Fluid Dynamics Lab

Overview of PhD Research

I undertook my PhD in the Fluid Dynamics Laboratory where I investigated the flushing of embayments.

Layman's version!

You can download my thesis here.

I have written an article about my research called A Current Problem for Plus magazine (an online maths magazine aimed at 14-18 year-olds).

Flushing of Embayments

This research examines the flow of sea water in an embayment (coastal bay). The flow external to this embayment is tidal, and flows back and forth across the embayment mouth. The exchange between the embayment and external flow is an important mechanism for the transport and dispersion of pollutants, and also substances such as nutrients and sediments. Entrapment, where pollutants are retained in the embayment for some time, is of particular interest. Understanding the flow patterns in and around an embayment may enable the prediction of substance transport and dispersion in its locality.


With the help of staff from the Brixham Environmental Laboratory, velocity measurements were taken in Blackpool Sands (Devon) in July 2002 and 2003. These measurements showed tidal driven circulation in the bay. More details of the 2002 fieldwork are given here.

Laboratory Experiments

Laboratory experiments were designed and conducted in a bi-directional flume tank where the effects of varying embayment and tidal parameters were investigated.

The experiments included particle tracking, qualitative observations from dye visualisation and the extension of the synthetic schlieren technique to measure water surface deformations.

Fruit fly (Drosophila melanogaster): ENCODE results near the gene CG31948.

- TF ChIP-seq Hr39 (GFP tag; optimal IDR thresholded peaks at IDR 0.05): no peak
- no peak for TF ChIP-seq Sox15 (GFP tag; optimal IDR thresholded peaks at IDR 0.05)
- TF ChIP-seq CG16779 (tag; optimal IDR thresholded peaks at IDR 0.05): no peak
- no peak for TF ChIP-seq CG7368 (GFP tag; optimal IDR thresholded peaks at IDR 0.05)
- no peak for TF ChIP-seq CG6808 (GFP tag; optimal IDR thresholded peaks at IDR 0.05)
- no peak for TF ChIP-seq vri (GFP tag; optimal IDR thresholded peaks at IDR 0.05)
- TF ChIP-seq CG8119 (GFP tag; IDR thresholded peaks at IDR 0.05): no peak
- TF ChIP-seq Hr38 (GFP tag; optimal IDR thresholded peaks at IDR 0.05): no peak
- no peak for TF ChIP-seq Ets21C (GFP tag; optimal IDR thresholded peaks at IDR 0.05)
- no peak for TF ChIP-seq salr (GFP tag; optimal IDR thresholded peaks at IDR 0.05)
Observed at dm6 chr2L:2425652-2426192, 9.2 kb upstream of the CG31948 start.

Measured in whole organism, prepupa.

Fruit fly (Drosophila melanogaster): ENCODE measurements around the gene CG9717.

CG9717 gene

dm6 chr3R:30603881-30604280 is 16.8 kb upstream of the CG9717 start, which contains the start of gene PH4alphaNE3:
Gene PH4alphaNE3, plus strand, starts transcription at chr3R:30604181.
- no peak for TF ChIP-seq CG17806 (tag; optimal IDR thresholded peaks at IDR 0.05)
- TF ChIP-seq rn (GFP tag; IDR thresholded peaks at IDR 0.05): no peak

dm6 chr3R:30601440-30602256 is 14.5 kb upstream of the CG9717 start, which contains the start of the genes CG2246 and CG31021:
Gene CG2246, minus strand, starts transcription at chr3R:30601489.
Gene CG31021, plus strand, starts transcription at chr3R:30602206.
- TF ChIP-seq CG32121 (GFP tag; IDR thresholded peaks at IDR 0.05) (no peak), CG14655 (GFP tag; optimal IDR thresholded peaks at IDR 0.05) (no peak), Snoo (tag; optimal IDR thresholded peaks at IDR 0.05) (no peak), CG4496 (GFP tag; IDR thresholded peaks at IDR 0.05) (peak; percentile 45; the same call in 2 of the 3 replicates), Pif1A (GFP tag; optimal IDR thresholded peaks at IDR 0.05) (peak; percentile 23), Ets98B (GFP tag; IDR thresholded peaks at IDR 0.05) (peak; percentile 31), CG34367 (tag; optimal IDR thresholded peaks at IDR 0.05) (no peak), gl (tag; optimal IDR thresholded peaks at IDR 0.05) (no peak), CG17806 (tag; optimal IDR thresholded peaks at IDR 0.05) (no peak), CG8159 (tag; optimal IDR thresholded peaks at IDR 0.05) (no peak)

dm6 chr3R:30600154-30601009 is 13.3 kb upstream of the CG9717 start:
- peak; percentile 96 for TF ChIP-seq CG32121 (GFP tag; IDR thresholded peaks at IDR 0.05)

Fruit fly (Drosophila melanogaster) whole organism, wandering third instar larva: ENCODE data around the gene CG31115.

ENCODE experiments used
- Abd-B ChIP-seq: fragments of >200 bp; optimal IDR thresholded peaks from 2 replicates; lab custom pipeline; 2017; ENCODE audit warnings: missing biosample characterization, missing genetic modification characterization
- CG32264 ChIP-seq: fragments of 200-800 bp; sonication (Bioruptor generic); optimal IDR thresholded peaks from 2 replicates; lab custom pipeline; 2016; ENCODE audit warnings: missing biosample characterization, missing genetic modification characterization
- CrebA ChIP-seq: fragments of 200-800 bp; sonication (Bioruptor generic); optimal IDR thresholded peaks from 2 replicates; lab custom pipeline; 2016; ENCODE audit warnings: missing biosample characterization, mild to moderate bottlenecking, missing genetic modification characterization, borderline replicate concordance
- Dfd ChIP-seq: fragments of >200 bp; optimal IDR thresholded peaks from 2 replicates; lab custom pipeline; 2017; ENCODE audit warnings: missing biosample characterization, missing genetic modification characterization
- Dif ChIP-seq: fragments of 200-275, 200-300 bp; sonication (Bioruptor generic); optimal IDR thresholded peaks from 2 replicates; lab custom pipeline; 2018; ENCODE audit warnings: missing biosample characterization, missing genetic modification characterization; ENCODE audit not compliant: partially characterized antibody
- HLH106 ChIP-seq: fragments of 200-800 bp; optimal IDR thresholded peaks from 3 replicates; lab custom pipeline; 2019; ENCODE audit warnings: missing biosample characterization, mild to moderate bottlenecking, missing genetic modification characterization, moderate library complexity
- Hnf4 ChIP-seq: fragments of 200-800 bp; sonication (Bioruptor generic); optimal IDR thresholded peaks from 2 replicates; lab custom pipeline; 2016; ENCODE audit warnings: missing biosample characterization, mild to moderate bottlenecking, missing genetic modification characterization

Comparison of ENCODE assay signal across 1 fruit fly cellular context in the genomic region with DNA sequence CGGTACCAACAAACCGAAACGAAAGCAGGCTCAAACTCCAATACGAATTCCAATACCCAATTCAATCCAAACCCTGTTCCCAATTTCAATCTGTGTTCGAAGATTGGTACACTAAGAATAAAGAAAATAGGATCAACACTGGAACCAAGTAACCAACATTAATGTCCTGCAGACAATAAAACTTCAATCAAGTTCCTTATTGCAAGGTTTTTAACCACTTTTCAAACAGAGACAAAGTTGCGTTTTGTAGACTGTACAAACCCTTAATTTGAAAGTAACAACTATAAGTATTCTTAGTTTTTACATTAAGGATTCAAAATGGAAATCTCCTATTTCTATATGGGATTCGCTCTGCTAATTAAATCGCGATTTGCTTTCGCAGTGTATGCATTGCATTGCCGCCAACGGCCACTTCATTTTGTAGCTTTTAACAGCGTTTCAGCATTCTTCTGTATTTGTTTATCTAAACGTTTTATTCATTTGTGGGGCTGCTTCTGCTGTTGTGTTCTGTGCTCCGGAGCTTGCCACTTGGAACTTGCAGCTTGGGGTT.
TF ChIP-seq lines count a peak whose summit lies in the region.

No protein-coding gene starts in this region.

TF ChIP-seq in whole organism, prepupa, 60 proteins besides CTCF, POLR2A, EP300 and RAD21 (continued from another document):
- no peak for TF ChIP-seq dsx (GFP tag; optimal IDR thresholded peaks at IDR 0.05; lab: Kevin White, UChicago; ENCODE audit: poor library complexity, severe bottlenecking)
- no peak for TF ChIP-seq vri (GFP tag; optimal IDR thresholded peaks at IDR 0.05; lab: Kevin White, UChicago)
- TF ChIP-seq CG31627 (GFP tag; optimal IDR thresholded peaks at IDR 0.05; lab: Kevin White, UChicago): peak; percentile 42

lab experiment

A synthetic schlieren experiment shows the water surface deformation indicating the presence of primary and secondary eddies, as well as the shear layer.


I developed a code which models an oscillating freestream flow past an embayment. This is a 2D, inviscid code where vorticity is injected at the embayment corners (to satisfy the Kutta condition) and is advected downstream.

Dipole generated by reversing flow.

A dipole is generated when the freestream flow reverses. The gyre which developed in the bay is swept out and joins with a gyre being generated at the corner.


In September 2002 I attended the Challenger Society Centenary Conference in Marine Science where I presented both a poster and a talk on my work on simple models for embayment flows. In April 2003 I attended the EGS-AGU-EUG Joint Assembly in Nice where I presented a poster.


My research was sponsored by the NERC (Natural Environment Research Council) and the Brixham Environmental Laboratory which is part of AstraZeneca.

useful science links
Last updated: 5th April 2005
F.C. Elwell

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